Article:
Southern Utah to add men's tennis program
Southern Utah

Southern Utah Adds Men's Tennis

August 13, 2012

Since the 1970s, over 350 men’s tennis program has been discontinued – but good news recently came out of the west when it was announced that Southern Utah University will add men’s varsity tennis for the 2012-13 campaign.

The addition of men’s tennis coincides with the Thunderbird’s entry into the Big Sky Conference, which officially took effect July 1.  Southern Utah’s conference brethren will include California State University-Sacramento, the University of Montana (defending league champion), Eastern Washington University, Idaho State University, Montana State University, Northern Arizona University, the University of Northern Colorado, Portland State University and Weber State University.  The University of North Dakota will also be adding tennis as a new member of the Big Sky.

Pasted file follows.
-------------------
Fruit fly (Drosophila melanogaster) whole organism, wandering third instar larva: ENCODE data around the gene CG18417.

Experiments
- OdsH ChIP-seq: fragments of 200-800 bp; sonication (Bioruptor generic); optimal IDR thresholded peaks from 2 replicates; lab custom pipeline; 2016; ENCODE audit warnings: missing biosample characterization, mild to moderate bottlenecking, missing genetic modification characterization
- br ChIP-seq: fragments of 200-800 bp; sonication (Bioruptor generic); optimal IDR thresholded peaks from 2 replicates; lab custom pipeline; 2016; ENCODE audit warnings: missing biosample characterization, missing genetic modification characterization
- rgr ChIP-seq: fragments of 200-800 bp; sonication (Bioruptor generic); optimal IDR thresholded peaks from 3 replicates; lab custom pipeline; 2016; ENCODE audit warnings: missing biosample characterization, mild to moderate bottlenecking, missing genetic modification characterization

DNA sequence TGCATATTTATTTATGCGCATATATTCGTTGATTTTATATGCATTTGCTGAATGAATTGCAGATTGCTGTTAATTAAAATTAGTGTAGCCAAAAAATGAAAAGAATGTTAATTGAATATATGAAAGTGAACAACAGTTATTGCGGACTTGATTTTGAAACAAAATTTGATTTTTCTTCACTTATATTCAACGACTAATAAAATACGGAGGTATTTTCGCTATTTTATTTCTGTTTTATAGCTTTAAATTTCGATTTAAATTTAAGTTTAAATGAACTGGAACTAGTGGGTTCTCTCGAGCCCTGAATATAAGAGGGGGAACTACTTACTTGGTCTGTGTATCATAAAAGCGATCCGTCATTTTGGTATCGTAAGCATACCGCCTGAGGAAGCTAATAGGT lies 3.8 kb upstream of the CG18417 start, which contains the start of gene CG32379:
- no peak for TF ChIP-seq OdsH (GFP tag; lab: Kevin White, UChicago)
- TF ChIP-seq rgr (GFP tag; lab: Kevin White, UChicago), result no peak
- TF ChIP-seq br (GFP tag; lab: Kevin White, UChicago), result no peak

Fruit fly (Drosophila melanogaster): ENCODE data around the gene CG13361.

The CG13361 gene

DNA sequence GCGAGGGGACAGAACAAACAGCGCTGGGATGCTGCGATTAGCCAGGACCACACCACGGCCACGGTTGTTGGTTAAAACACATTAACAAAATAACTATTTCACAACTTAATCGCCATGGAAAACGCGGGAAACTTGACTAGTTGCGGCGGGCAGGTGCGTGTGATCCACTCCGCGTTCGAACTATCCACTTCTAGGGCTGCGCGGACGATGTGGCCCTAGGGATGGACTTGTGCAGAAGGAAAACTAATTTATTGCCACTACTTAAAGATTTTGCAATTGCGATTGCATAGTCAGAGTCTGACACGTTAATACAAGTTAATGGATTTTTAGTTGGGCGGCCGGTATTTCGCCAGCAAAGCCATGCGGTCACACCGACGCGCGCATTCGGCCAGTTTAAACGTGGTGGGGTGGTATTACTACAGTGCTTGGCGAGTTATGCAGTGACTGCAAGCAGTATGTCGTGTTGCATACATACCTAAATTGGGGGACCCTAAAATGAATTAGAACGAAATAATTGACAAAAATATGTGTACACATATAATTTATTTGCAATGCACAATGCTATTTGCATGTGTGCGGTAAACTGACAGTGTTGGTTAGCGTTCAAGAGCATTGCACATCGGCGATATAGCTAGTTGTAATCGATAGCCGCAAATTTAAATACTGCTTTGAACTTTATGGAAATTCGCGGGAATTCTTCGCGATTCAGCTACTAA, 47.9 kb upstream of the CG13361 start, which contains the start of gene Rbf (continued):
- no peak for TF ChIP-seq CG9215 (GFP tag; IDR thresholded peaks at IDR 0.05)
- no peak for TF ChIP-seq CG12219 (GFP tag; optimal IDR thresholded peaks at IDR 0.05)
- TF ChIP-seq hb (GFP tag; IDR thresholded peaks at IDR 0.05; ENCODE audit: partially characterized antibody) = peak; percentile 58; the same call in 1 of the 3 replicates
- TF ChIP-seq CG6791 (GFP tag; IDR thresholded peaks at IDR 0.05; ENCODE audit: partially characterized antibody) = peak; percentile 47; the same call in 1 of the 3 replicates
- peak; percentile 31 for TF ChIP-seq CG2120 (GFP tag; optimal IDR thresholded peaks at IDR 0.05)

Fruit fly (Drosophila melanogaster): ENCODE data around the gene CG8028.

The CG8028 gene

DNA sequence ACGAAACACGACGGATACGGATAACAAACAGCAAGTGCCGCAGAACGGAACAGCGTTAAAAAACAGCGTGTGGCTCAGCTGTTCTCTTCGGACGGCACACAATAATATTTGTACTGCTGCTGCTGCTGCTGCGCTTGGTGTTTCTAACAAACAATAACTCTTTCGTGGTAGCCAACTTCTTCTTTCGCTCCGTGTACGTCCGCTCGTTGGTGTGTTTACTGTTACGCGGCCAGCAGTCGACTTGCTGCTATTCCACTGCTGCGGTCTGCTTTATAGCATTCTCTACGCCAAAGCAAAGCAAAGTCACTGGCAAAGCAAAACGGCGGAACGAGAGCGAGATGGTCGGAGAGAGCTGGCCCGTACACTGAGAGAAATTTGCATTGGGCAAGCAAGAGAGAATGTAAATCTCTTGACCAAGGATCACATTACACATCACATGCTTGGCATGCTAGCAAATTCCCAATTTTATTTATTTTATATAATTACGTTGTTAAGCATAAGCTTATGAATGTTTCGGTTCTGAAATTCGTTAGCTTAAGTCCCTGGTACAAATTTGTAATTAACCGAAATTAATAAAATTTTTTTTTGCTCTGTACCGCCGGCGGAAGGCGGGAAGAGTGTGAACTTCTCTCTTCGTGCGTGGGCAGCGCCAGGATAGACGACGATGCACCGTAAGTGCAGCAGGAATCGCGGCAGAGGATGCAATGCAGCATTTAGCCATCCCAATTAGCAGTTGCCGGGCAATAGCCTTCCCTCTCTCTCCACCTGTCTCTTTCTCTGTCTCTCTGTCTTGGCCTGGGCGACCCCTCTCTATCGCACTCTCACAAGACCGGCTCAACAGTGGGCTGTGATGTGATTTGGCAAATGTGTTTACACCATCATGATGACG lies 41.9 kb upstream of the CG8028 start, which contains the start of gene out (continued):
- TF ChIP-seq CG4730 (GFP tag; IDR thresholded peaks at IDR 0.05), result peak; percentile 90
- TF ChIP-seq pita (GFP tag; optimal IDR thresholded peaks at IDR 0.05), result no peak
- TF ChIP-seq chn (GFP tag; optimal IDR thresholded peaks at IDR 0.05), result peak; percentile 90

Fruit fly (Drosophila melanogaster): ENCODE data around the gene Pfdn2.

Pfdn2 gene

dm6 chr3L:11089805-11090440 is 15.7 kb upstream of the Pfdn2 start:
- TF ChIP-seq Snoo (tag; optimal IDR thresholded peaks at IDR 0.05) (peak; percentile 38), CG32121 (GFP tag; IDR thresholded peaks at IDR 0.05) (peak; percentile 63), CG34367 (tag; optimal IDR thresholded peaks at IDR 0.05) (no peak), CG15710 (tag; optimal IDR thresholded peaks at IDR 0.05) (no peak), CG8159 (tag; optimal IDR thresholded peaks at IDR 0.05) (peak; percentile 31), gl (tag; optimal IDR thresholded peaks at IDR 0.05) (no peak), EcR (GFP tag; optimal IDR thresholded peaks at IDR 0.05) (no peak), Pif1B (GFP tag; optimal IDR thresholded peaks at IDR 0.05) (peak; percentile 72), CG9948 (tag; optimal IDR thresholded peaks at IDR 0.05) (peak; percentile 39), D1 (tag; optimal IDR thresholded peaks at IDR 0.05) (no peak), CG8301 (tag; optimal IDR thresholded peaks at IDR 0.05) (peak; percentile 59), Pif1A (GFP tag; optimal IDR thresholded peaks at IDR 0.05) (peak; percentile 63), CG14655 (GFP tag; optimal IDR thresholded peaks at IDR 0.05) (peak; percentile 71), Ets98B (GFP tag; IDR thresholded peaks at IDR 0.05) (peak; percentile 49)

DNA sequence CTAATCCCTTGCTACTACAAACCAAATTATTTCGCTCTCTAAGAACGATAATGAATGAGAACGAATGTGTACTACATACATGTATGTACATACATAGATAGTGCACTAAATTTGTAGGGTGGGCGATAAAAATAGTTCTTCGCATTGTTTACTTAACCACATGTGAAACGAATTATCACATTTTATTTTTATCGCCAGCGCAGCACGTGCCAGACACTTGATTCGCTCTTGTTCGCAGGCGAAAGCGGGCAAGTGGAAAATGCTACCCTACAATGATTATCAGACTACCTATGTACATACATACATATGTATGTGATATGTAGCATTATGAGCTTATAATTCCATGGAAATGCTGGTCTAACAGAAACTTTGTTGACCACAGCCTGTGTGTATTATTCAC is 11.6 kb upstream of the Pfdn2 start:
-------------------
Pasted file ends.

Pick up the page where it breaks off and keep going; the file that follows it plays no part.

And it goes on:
Southern Utah becomes the sixth Division I program in the state, joining geographical rival Weber State along with Brigham Young University, the University of Utah, Utah State University and Utah Valley University, which added men’s tennis in 2009.

“Obviously anytime you can add sports it is a great day for intercollegiate athletics. You are adding more student-athletes and giving them an opportunity to participate in a sport they love to play,” said Southern Utah Director of Athletics Ken Beazer.  “We’ve been able to enhance the performance of our women’s team on the court and we look forward to doing the same with the men’s program.”

The T-birds will be coached by Lenny Lee, who has guided the women’s team since the program’s inception in 1994.  During that span, Lee has been named Summit League Coach of the Year three times and led SUU to six conference titles.

“We’re excited to add men’s tennis at Southern Utah,” said Neil Gardner, assistant AD for media relations.  “Women’s tennis has been successful for some time for us.  Our addition to the Big Sky will give a few more guys chances to play collegiately at this end of the state.  We look forward to developing a solid program.”

For more information about collegiate tennis programs being added and dropped, check out the ITA Advocacy page by clicking here.
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